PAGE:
In California, employees who otherwise meet the definition of a supervisor must earn twice minimum wage in order to be exempt from overtime. For example, if an employee is called a supervisor, works a ten hour day, but only earns $12.00 an hour the employee must be paid overtime. The same is true if the employee works more than forty hours in a week. Employees who are owed overtime are also owed double time.
Overtime laws are governed by both California and Federal law. For many years, California overtime laws have been more favorable than Federal overtime laws. Today, the road to make Federal overtime laws more favorable than California overtime laws began. Obama signed an executive order directing the Federal Labor Department to increase the amount a supervisor must make to be exempt from overtime.
Presently, a supervisor seeking overtime under the Federal Fair Labor Standards Act (Federal overtime laws also referred to as the FLSA) must earn $455.00 a week. One economist suggested the amount required to exempt a supervisor from overtime be raised to $983.00 a week in order to adjust for inflation since the last time this overtime exemption was written into law. Obama believes supervisors who earn less than $1,000.00 a week should not be exempt from overtime. An amendment to the Fair Labor Standards Act has not yet occurred and federal law remains at the $455.00 a week level. However, it is believed that Federal overtime law will be amended in the next six months. An amendment to Federal overtime laws is projected to affect 3.1 million supervisors who earn between $456.00-$1,000.00 a week, but are not paid overtime for shifts in excess of 40 hours a week.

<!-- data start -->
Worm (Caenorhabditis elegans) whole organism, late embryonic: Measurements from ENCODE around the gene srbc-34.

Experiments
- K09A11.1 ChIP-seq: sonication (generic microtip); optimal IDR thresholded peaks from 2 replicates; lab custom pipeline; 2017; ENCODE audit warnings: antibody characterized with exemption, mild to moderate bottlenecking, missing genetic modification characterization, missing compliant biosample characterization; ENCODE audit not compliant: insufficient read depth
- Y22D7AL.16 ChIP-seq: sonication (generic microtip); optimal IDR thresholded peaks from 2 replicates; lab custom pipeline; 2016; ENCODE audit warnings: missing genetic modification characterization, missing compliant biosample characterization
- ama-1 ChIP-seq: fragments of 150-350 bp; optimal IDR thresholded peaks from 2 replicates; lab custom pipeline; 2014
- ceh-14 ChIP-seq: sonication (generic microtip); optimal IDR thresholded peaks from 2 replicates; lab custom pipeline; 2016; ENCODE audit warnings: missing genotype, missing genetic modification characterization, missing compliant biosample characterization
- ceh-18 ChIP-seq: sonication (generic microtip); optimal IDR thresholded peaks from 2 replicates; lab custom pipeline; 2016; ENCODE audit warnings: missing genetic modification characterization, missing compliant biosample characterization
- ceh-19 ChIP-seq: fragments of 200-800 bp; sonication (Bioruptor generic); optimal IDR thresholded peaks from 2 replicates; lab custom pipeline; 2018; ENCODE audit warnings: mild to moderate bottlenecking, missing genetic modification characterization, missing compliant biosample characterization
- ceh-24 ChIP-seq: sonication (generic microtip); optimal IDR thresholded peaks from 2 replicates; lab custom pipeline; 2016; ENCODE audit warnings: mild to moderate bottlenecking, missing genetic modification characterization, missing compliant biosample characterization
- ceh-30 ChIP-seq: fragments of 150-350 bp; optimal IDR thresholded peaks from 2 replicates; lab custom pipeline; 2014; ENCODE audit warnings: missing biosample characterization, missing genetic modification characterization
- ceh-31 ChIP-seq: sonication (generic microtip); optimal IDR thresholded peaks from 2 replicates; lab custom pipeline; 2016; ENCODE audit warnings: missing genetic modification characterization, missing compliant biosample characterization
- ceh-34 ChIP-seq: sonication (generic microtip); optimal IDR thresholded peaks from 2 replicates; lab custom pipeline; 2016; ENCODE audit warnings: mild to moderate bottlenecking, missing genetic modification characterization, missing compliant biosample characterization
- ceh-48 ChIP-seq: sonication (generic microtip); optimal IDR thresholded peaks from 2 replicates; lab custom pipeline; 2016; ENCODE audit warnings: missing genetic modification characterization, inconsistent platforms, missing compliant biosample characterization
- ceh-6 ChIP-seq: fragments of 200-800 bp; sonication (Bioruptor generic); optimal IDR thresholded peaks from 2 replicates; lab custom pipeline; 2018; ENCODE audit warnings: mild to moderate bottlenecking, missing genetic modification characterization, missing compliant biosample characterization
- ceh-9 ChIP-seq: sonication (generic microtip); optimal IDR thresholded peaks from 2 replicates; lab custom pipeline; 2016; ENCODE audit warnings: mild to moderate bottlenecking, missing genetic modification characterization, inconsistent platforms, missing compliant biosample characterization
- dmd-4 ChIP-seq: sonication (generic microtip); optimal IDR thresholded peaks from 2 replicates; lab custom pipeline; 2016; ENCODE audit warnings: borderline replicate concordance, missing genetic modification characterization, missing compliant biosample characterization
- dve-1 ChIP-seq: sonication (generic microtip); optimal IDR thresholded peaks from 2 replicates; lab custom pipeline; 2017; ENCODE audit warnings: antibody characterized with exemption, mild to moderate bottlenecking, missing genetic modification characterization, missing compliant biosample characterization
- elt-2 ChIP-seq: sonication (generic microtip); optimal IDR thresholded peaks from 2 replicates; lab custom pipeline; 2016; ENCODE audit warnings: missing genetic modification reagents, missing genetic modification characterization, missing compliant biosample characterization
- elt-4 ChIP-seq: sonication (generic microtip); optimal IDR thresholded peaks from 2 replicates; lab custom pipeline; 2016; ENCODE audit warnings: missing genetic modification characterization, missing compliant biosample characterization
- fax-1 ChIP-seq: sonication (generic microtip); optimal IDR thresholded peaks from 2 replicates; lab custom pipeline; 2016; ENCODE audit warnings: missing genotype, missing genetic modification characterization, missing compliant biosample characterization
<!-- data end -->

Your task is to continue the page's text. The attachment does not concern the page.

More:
When and if Obama’s Federal overtime supervisory exemptions pass, the Employment Lawyers Group will use Federal law to recover overtime for supervisors who earn less per week than the Federal weekly threshold a supervisor must earn to be exempt from overtime.
The Employment Lawyers Group has handled numerous cases in which an employee is either misclassified as a supervisor, or the supervisor does not earn enough to be exempt from overtime. We have seen particular abuses of supervisory overtime in the restaurant industry and with resident apartment managers who are not paid twice minimum wage, but the employer considers exempt and does not pay them for overtime.
If you are owed overtime due to your employment in California, or you were fired for questioning your employer’s overtime or unpaid wages, please contact our firm.